Another electrical connector may be in your future as manufacturers search for the best way to power and control an expanding array of trailer features.
In the late 1990s, engineers managed to build on seven-pin SAE J560 connectors – the electrical lifelines between tractors and trailer turn signals – to support ABS warning lamps. Related signals began to catch a ride on power wires as seamlessly as the drops of water traveling down a fishing line.
But the years since then have seen the rollout of options as diverse as wheel end sensors, cameras, and safety systems. Each needs to deliver its own set of signals from trailer to dash.
“We’re going through a tremendous amount of change right now,” says consultant Paul Menig, the CEO of Business Accelerants and chairman of two task forces studying related issues for the Technology and Maintenance Council (TMC) of the American Trucking Associations.
More than 30% of fleets already use additional connectors to power and control equipment such as liftgates, strobe lights, and motors for hydraulics and winches, he told an online audience for the Canadian Transportation Equipment Association (CTEA).
“I’m seeing the need for some sort of standards and agreements … There are a lot of different solutions that have been proposed.”
More pins, more cords, and wireless
Those proposed solutions range from connectors with more pins, to additional cords, and even wireless networks to help meet the demands.
Individual manufacturers have rolled out their own proprietary equipment to make the connections. Examples include Peterson Pulse that connects sensors through a trailer-mounted box, Truck-Lite’s SmartBridge ecosystem that talks to a variety of devices, and Drov Technology’s AirBoxOne.
But connections that are adopted as standard fare will offer plug-and-play support for the widest selection of equipment.
In Europe, one of the answers has emerged in the form of cords with a 15-pin connector that has two undesignated pins for high-speed communications.
Many of today’s brake and vehicle manufacturers also have European roots, adds Haldex engineering specialist Dave Engelbert. “I feel that’s going to have an influence in the future again because I don’t feel that the European companies are going to necessarily going to want to support a different standard.”
But there are also efforts to rethink the connections entirely.
ZF is experimenting with a variation of the J560 plug that includes an additional connector to support data. And Cole Hersee is working on a 13-pin connector that includes four pins for CAN communications and another two pins for auxiliary power.
“The 13-pin connector does offer forward and backward compatibility with the J560 and it has had some exposure in the field,” Engelbert says, referring to one benefit. It isn’t perfect, though. The small pins plugged into a traditional J560 connectors may not be sealed as well against the elements, he explains.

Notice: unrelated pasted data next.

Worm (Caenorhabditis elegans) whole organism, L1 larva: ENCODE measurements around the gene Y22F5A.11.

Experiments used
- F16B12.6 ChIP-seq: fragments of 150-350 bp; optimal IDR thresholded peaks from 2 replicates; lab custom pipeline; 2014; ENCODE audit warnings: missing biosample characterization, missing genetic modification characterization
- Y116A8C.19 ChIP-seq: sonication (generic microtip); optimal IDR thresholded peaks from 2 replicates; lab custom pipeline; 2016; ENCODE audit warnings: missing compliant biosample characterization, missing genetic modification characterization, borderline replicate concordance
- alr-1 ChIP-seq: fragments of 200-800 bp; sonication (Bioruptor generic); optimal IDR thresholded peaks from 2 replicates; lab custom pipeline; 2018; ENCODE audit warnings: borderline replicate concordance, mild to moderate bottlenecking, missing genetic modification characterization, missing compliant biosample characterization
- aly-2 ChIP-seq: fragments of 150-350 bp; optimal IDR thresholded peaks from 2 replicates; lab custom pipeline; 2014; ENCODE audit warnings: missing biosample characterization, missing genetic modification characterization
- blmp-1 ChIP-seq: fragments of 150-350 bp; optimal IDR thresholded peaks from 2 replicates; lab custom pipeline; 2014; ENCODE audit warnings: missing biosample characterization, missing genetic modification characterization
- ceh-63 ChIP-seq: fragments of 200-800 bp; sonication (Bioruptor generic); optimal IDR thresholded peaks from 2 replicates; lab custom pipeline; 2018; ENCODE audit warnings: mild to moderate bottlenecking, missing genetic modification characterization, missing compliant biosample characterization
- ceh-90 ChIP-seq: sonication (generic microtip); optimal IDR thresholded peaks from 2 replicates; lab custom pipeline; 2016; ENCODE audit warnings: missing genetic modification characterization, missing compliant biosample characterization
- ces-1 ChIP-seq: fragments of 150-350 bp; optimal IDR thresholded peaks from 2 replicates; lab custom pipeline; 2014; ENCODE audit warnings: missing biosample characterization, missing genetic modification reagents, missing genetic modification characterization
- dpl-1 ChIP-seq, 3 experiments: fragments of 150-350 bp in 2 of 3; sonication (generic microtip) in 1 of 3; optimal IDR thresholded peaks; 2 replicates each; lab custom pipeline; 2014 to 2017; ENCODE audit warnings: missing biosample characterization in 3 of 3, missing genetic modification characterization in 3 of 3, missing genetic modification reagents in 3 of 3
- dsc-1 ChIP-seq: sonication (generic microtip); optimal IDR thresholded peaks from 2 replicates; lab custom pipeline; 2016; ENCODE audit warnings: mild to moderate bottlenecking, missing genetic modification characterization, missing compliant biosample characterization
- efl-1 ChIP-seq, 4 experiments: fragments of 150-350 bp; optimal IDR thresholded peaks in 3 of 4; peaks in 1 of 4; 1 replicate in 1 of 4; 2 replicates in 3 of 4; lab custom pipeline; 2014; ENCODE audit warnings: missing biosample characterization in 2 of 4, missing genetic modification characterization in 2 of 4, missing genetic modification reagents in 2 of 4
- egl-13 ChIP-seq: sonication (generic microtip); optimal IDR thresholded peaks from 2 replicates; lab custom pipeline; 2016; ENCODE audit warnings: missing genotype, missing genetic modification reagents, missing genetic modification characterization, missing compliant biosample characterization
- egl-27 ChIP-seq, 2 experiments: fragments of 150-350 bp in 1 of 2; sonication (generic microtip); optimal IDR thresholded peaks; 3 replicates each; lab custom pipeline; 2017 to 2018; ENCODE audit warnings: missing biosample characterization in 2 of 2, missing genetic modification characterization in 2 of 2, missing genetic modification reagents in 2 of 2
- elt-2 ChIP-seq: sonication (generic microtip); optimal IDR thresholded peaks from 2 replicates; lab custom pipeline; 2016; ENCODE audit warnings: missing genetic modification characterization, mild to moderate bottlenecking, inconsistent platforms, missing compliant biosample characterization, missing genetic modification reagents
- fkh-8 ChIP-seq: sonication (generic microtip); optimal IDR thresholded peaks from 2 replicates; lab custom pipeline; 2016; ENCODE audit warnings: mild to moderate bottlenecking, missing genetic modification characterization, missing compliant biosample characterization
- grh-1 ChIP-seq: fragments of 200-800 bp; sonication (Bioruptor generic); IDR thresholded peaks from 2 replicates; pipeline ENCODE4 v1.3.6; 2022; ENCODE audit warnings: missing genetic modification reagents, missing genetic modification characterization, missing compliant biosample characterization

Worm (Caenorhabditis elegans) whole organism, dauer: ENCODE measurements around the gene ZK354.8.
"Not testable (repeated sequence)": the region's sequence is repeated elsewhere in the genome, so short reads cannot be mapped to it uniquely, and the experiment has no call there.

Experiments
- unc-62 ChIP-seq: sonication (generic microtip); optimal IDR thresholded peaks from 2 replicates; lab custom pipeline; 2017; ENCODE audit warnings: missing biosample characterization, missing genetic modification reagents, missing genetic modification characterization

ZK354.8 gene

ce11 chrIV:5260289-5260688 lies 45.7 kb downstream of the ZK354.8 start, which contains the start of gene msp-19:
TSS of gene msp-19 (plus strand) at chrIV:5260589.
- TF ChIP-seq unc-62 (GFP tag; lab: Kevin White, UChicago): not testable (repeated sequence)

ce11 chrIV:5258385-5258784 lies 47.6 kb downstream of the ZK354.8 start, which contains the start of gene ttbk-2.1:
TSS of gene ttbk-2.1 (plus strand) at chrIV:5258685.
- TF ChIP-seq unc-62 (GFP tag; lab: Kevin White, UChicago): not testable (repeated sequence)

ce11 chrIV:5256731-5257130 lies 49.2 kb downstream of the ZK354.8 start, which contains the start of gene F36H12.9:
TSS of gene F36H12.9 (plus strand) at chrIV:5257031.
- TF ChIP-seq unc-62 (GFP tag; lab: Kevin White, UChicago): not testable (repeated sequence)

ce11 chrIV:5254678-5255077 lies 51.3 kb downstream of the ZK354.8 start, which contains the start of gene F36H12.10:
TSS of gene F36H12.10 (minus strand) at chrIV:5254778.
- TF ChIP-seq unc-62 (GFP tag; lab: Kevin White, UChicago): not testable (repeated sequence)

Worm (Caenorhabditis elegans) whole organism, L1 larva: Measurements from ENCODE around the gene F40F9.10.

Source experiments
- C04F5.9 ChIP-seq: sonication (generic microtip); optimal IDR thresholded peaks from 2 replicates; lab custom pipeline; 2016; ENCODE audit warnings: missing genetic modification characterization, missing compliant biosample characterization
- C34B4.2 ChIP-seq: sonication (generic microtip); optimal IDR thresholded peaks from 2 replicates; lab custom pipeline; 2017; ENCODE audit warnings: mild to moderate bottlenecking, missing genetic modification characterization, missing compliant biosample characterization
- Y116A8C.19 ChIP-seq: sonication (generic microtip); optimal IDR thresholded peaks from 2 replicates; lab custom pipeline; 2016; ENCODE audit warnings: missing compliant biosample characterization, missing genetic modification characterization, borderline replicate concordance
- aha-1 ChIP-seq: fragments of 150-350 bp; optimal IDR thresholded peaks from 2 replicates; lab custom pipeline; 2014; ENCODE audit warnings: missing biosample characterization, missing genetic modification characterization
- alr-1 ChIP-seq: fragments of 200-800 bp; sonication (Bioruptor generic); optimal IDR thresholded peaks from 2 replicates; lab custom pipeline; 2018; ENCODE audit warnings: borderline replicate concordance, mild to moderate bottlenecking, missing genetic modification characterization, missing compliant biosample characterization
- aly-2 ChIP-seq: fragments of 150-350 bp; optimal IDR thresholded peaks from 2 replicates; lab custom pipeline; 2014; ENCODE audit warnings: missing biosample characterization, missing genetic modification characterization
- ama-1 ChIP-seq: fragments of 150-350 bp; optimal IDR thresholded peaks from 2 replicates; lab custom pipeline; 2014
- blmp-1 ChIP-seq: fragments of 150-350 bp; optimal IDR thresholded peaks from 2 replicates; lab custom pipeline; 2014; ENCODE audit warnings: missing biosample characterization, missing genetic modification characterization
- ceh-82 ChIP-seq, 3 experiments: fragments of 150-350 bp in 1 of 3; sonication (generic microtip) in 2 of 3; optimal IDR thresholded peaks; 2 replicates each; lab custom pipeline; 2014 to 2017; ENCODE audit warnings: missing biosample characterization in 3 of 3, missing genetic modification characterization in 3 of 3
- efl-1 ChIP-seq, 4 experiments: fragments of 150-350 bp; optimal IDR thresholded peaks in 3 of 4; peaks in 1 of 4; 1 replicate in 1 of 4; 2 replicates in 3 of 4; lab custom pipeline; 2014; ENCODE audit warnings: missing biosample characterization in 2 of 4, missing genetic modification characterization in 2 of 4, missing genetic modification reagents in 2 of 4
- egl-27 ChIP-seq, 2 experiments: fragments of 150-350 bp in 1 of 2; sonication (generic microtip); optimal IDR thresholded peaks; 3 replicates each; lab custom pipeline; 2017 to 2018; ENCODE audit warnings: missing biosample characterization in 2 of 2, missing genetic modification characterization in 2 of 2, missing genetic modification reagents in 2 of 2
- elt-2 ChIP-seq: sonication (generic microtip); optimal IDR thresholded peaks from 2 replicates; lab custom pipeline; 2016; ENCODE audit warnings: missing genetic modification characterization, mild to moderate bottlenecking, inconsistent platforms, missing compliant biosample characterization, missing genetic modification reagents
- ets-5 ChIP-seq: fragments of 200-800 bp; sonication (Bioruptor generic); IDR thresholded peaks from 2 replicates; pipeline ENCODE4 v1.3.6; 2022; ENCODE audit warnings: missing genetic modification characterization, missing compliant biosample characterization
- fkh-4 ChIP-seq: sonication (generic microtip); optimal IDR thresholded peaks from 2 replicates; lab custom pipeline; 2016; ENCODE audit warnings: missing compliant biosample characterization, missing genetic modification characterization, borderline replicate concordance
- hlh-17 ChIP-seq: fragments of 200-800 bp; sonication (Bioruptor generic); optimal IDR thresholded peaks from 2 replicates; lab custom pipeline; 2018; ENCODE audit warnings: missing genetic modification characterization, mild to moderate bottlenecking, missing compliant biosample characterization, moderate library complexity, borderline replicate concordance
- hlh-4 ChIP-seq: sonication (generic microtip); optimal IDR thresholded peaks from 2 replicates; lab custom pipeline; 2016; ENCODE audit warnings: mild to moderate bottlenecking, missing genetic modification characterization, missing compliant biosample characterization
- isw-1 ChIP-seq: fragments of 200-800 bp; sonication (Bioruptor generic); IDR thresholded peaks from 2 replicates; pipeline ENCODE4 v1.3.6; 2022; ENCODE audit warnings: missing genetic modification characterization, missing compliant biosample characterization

Jost International has even found a way to build the required connections into fifth wheels, with a plug that connect tractors and trailers while drivers remain in the cab.
“It’s like a giant USB plug,” says Israel Hildebrandt, Jost International’s vice-president – engineering, referring to the system currently being produced in Europe. The pins slide into a receiver mounted on a trailer’s skid plate or upper coupler.
Standard connectors, though, make equipment more interchangeable and promise benefits such as secure communications, steady data feeds for safety systems, and a level of confidence in the face of challenges like corrosion.
“All of these systems have to be evaluated on some set of criteria,” Menig says.
Meeting future needs
They’ll also need to support yet-realized needs.
Evolving safety systems might see trailers communicating with the vehicles behind them, to support things like the tighter following distances for fuel-saving platooning, Menig says. Maybe they could even trigger the safety systems in passenger cars as those vehicles get too close to underride guards.
In the search for a new generation of electrical connectors that is backward compatible with legacy equipment, Europe is exploring standards that include a 15-pin ISO 12098 connector and a seven-pin ISO 7638 connector. Two of the pins on the 15-pin connector would be devoted to communication, while its seven-pin counterpart would also include a high- and low-CAN.
“Each of these buses are in a separate connector. They aren’t bundled together,” adds Engelbert. “If we start bundling buses together, we may have some issues that need to be worked out.”
Not all of the increasing demands are optional. European regulators are looking to mandate object detection systems as of July 2022. Those signals will need to get to the truck somehow. Add something like 360-degree video views and the connectors would need to support ethernet-like data speeds.
“It’s going to take quite a bit of effort and resources to develop this ethernet system, and it’s going to be costly,” Engelbert says.
Potential solutions could be found by looking beyond geographical differences alone. The RV industry, for example, has already developed RV-C standards for a J1939 connector that can deliver video feeds.
Engelbert also refers to agricultural equipment that includes a 15-pin ISO 12098 connector and a seven-pin ISO 7638. “They’ve been working on an ethernet solution, and they’re a lot further along than we are,” he says.
The potential lessons don’t end there. The agricultural industry is already steering away from wireless solutions because of problems maintaining the required signals.
“Wireless is not a solution for critical communication,” he says. “We as an industry could be going down the same path and looking at wireless and finding we have issues with it.”